DR. JUSTIN RICHARDSON: You may not be going there as a parent. But believe me, their friends are going there! And the media is going there. They're hearing about sex. What you want to do is lend your voice to the chorus. It's important to make sure that somebody is talking to your kid about sex other than their best buddy or a character on a television show.
Twenty-eight studies of school sex education programs, regardless of whether they teach abstinence or condoms, found no suggestion that early sex discussions lead to earlier experimentation. Nine studies concluded it made the kids wait longer to have sex. Of course sex ed isn't the same as parents ed (there are no controlled studies on parents talking to children), but every expert we asked said: Talk to your kids.
Susan's daughter, Emily, was twelve when Susan decided to have The Talk.
SUSAN: I said, the best time to do this is in the car.
EMILY: She locked the doors, wouldn't let me get out. [Emily was so uncomfortable, she wouldn't look at her mother.] I looked at my feet, the floor, out the window. Anywhere else but at my mom.
But she said the talk itself was comforting, and her mother was glad she did it. "I think it relieved some of the things that were going on in her head about the other kids in school. And I think it gave her what she needed."
MYTH: "My teacher molested me." Kids wouldn't make up stuff like that!
TRUTH: Yes, they would.
This trendy media scare sent people to jail. Many were innocent of any crime, but they were convicted by the court of public opinion. The witnesses against them were children who testified to horrible events -- events which, in many cases, never happened. But when the media express gets rolling, people get run over.
One victim was Kelly Michaels, a New Jersey preschool teacher convicted in 1988 of molesting twenty children in bizarre and sadistic ways. She spent five years in prison before an appeals court ruled that prosecutors had planted suggestions in the minds of the children who testified against her.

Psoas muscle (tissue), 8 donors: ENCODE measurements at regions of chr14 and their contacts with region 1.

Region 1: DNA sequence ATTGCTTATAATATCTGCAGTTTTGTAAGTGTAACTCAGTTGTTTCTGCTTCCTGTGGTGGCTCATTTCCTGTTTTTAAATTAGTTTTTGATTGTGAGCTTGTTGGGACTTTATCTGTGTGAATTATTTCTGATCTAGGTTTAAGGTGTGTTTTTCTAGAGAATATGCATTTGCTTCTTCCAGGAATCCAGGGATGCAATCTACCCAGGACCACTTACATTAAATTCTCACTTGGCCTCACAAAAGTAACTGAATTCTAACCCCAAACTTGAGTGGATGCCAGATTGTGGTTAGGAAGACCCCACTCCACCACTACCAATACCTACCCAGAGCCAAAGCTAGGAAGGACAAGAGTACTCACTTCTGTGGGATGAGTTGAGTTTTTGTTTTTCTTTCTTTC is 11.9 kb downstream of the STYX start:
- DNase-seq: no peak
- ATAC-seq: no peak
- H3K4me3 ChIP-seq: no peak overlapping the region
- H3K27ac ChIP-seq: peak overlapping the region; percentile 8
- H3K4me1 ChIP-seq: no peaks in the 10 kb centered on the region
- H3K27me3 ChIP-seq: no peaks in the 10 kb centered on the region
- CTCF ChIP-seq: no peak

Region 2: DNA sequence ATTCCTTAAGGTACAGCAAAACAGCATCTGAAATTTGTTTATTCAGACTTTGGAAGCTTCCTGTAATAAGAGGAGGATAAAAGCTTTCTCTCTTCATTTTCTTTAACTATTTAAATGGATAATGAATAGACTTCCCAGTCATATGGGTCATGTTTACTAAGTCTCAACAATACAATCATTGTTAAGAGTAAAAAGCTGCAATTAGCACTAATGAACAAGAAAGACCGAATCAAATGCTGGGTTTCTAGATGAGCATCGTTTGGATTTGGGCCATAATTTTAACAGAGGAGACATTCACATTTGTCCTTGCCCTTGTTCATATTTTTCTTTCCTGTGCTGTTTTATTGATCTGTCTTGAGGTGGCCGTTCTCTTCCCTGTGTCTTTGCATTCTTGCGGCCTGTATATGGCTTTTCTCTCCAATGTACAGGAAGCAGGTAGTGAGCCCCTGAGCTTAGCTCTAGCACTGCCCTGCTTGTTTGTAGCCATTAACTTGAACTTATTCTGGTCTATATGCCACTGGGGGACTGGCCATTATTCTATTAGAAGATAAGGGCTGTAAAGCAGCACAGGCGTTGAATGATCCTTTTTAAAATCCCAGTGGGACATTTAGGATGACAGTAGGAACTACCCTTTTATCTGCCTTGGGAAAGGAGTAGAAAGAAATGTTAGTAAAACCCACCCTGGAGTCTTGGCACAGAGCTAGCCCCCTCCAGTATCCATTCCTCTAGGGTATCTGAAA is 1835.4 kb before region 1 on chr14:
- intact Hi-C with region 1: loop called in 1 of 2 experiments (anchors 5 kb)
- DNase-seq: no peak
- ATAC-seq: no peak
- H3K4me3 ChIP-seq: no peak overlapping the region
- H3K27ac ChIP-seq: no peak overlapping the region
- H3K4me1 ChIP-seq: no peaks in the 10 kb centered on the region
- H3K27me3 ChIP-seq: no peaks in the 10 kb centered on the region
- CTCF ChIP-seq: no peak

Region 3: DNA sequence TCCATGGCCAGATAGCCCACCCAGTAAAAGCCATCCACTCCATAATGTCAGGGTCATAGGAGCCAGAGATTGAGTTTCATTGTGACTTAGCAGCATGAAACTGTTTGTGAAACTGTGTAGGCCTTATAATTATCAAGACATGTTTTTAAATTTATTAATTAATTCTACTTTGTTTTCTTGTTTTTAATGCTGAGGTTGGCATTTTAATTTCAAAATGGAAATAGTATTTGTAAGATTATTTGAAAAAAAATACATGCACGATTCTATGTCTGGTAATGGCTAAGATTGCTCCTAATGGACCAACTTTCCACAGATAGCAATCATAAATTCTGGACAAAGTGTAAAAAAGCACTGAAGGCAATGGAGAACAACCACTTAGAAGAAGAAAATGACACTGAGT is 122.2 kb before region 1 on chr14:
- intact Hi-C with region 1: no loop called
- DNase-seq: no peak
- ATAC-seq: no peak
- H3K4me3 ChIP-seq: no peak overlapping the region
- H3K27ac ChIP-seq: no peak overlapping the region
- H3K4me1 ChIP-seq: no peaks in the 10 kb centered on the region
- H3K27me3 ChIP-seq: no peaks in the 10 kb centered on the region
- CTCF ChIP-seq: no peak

I don't blame the kids; I blame the prosecutors and the media. Reporters' imaginations and keyboards were fired up in 1983 by accusations of sodomy and satanic abuse at a California day-care center called the McMartin Preschool. The woman who started the barrage of charges was later discovered to be a paranoid schizophrenic. Her claims of devil-worship and sadism were outlandish on their face, but never mind: It was "good copy." Headlines blared, prosecutors roared, and seven people were charged in a total of 135 criminal counts.
It was nonsense. But the defendants had their lives ruined. The case against them was cooked up by therapists and social workers who planted suggestions in the minds of impressionable children, who then told horrendous tales to prosecutors. The prosecutors also listened to the drumbeats of the media, which stirred a different witches' brew for every news cycle.
Kids are highly impressionable. We know that, but psychology professor Stephen Ceci proved it in a study at Cornell University. He told me, "We are now discovering that if you put kids who were not abused through the same kind of highly leading, repetitive interview, some of those children will disclose events that seem credible but, in fact, are not borne out in actuality."
Ceci set up an experiment where he and his researchers asked kids silly questions like: